by Brian Wong
Being a young entrepreneur in this period of time in business and commerce is an exciting thing. It is your biggest asset. You should rock it.
But how do you rock it? How do you overcome traditional preconceived notions of being "younger", more "inexperienced", and "naive"? Simple. You turn them into your strengths. Everyone always talks about how being curious, how retaining youthful characteristics is a great way to succeed without bounds. Why can't those who truly embody those characteristics be the ones that indeed reap those rewards?
Most younger entrepreneurs are at the edge of a cliff. They are looking for reasons to jump, or not to jump. There are lots of people willing to tell them all the reasons of why they shouldn't. Very few are there to tell them all the reasons why they should, and to help them throughout to show them how to grow wings in the process. I'm there to nudge them.
Being a 19-year-old entrepreneur with a funded start up - experience at a well-known company in the social news landscape, and literally being thrown into a pit of extremely successful entrepreneurs as a non-American (a Canadian), helped prime me to learn all of the lessons that I will be sharing with everyone.
Anyone fascinated by the elusive "young" entrepreneur - and especially the type that genuinely takes tangible action towards successful milestones in their career - and wondering about how to learn from them and to help nurture their growth - should come.
You’re starting a startup, running a blog professionally, investing in other startups, or otherwise doing "the geek thing," and yet ... you know that your identity is rooted even more in the little one at home who’s toddling around in a playpen, learning teamwork on a soccer field, working on a science fair experiment, or otherwise doing "the kid thing."
How do you balance your role as a parent with your role as a co-founder? How do you reconcile these two worlds, each of which would happily consume you completely? How much do you rely on your (life) partner? Your (business) partners? How do you reconcile the tension between these two worlds?
A panel of rockstar parents/startup cofounders will share their secrets of success, their awkward failures, and their startup / parenting war stories.
There are thousands of women out there innovating and starting businesses across sectors; so why all the negativity in the media? Every week brings a slightly different take on the where-are-women-in-business article. Some look at venture funding, others look at women's representation in specific sectors, but they all have the same theme - women can't seem to get it together when it comes to business.
This panel approaches the issue of women in startups from two key angles. First, the assertion that woman are non-existent simply isn't true anymore. The real stories need to come to the forefront. And second, you can only complain about a problem for so long before it's time to deliver a solution.
Women in startups are simply tired of the bad rap media has stamped on them so, they're coming forward to talk about the real issues. Like, why are women inherently less inclined to sell themselves? There are multiple reasons behind this but the basic truth is that many of us need more urging to boast of our talents.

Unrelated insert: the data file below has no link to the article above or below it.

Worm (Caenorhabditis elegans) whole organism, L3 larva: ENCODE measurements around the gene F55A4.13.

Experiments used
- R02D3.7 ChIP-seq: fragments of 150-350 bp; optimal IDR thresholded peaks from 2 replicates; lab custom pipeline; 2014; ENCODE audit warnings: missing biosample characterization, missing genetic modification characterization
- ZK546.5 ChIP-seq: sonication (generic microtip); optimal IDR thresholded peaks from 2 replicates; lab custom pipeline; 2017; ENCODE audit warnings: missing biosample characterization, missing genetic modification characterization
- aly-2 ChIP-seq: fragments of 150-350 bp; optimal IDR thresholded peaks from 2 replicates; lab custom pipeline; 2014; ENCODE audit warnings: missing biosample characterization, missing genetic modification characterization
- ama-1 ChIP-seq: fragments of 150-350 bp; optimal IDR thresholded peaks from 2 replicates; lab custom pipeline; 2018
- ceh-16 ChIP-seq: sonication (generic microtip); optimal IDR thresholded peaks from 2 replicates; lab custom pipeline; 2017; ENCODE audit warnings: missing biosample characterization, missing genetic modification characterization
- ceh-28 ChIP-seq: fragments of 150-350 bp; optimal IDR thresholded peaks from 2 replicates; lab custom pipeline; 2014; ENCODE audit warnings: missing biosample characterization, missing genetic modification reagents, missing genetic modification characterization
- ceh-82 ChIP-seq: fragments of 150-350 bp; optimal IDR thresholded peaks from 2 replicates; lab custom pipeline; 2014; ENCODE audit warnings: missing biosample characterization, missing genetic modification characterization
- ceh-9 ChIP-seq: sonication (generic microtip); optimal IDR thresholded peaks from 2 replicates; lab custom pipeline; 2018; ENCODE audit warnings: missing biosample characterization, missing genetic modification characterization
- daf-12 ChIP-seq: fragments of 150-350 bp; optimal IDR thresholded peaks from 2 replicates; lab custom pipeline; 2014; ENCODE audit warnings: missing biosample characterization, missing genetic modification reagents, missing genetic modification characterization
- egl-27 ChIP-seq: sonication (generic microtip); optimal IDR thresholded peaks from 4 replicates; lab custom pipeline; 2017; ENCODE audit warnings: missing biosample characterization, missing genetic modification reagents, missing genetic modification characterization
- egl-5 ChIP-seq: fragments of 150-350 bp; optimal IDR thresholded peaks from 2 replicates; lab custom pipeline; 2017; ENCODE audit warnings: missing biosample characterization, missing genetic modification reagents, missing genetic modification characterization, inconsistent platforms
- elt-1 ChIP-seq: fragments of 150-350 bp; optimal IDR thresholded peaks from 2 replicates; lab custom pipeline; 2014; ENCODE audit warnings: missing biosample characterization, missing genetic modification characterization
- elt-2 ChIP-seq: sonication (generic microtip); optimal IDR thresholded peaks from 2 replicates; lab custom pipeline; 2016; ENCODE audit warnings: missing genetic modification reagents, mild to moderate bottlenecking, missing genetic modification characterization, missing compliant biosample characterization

Overall, there are all sorts of factors that play into women's roles in startups such as the fact that many women entrepreneurs are also primary caregivers of children, household managers, family financial planners, etc. Not to mention, the age-old-truth that we are trained as a society to think women have a harder time with their careers. Let's face it girls - it's time for a change.
by Amita Paul and Marylene Delbourg-Delphis
You don't want to simply break glass ceilings and start in a negative fashion that has yielded mixed results in the business world as there are only 13 women CEO's in the USA's 500 most publicly traded companies.
Despite gains, women business owners still have many barriers to overcome before obtaining truly equal opportunity in the marketplace. So, What are these barriers?
These questions and many more like this, mark every step of the path these fearless women in business take, every day. This panel will share the stories of joy and pain and habits of these wonder women.
So shoot for the sky and be innovative. This panel addresses inspired women who want to inspire other women.
"What we have here is a failure to communicate." This famous line (spoken to Paul Newman in Cool Hand Luke) aptly describes the relationship that can develop between a Web site publisher and the site's developer. We'll examine real-world examples (some hilarious, others downright frightening) and discuss strategies to help non-techie entrepreneurs communicate effectively with their tech/development team.
This panel will help your bootstrapped startup avoid being taken for a ride.
So you’ve tumbled down the rabbit hole into the world of freelancing and you’re ready to make it a legit career so your friends stop thinking you’re unemployed. But how does it actually happen? Should you take the red pill... or the blue one? Do you have to grow a big agency or outsource work to India? Maybe neither. Designing a successful business takes vision, organization and communication mixed with grit and determination. And our panel guests are in the thick of it—building a business together and ready to share their successes and failures with you.
11th–15th March 2011